Pardon My Grief

June 4, 2013

I will not hide my grief, as I did not hide my love. - Lindsey Henke

I am sorry my grief inconveniences you.

That you feel you need to treat me differently now that my daughter is dead.

I am sorry it makes you uncomfortable to think about the possibility of the death of a child.

Even speaking death’s name in the same sentence as your child might make you think he will come knocking at your door.

I am sorry that I am not the same person I was before she died.

Believe it or not, I am okay with that. There is a flame that burns in me now where once only a spark lived. That flame is the torch of love I carry for her and I don’t plan to let anyone put it out.

I am sorry I mention her name and you don’t know what to say.

That seems to be your problem not mine. For her name is music to my ears and brings peace to my grieving heart.

I’m sorry you don’t understand the reason I must carry my grief with me.

It’s a reminder that I have loved deeply and grieve the joys that once were and will never be.

I’m sorry you can’t just sit with me and listen for a while.

That is what I need. I need you to just “be.” I need you to be comfortable with my grief, because it’s not going away. I don’t plan on letting it leave. As I am sure you don’t plan on letting the love you hold for your child to walk out the door the moment they go to college.

I am sorry I haven’t found “closure.”

I have a secret for you: there isn’t any. Closure doesn’t exist. And that’s okay. Because the grief I carry for her is love. Would you toss aside the love you have for your child because it made someone else uncomfortable? I didn’t think so.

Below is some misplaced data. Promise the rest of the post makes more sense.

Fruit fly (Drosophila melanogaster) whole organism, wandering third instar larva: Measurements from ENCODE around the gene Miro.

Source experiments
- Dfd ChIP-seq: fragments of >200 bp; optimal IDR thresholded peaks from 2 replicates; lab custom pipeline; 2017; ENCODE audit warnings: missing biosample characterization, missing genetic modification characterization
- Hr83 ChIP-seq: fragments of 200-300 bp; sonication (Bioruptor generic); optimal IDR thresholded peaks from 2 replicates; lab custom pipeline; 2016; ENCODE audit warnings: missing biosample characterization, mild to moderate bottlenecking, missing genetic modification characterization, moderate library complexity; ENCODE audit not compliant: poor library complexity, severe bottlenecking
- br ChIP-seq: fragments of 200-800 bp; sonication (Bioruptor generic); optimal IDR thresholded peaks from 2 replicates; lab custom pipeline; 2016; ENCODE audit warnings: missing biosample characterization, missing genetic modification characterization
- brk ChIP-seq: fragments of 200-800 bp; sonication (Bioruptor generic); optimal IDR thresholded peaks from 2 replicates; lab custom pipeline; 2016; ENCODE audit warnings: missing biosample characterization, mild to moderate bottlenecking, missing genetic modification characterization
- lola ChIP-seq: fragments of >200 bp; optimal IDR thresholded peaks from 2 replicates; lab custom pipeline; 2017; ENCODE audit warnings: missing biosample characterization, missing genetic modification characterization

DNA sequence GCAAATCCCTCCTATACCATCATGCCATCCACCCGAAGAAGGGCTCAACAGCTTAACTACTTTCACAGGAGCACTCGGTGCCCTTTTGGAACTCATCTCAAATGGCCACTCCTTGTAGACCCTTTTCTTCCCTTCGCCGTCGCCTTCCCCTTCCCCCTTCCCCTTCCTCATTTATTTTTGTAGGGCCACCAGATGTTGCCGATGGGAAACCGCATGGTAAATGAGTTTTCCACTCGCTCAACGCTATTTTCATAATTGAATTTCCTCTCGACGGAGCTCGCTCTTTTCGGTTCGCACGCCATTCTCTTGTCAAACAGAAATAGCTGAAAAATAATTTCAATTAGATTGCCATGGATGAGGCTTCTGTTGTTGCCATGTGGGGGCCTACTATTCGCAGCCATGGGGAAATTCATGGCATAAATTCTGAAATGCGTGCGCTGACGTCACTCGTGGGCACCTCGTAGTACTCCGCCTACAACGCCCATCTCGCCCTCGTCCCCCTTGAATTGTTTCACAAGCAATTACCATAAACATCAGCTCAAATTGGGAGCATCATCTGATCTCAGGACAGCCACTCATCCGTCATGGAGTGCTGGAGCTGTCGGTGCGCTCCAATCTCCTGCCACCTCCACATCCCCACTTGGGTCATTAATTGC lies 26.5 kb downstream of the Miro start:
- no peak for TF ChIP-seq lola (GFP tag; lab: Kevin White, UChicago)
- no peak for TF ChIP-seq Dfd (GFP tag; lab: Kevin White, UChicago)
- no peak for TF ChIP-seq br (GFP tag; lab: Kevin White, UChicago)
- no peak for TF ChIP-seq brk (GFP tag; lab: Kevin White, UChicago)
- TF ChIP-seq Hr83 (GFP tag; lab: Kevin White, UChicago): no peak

Well, really what I meant to say is…

I’m sorry that I’m not sorry.


I was inspired to write this piece after listening to a TED Talk by Nancy Berns, a sociologist who studies grief and the concept of closure. In her work she has found that the idea of closure from grief really does not exist. We learn to integrate the loss of our loved one into our life, hence the idea of a “new normal.”

She has also experienced the death of a child due to stillbirth. I only wish I could eloquently explain how joy and grief are entwined like she does. If you have twenty minutes, check it out. It’s worth your time.

  • Lindsey Henke

    Lindsey is a baby loss mom, writer, and clinical social worker. She writes about her journey through grief after child loss using her professional knowledge to heal her personal pain on her blog Stillborn and Still Breathing.

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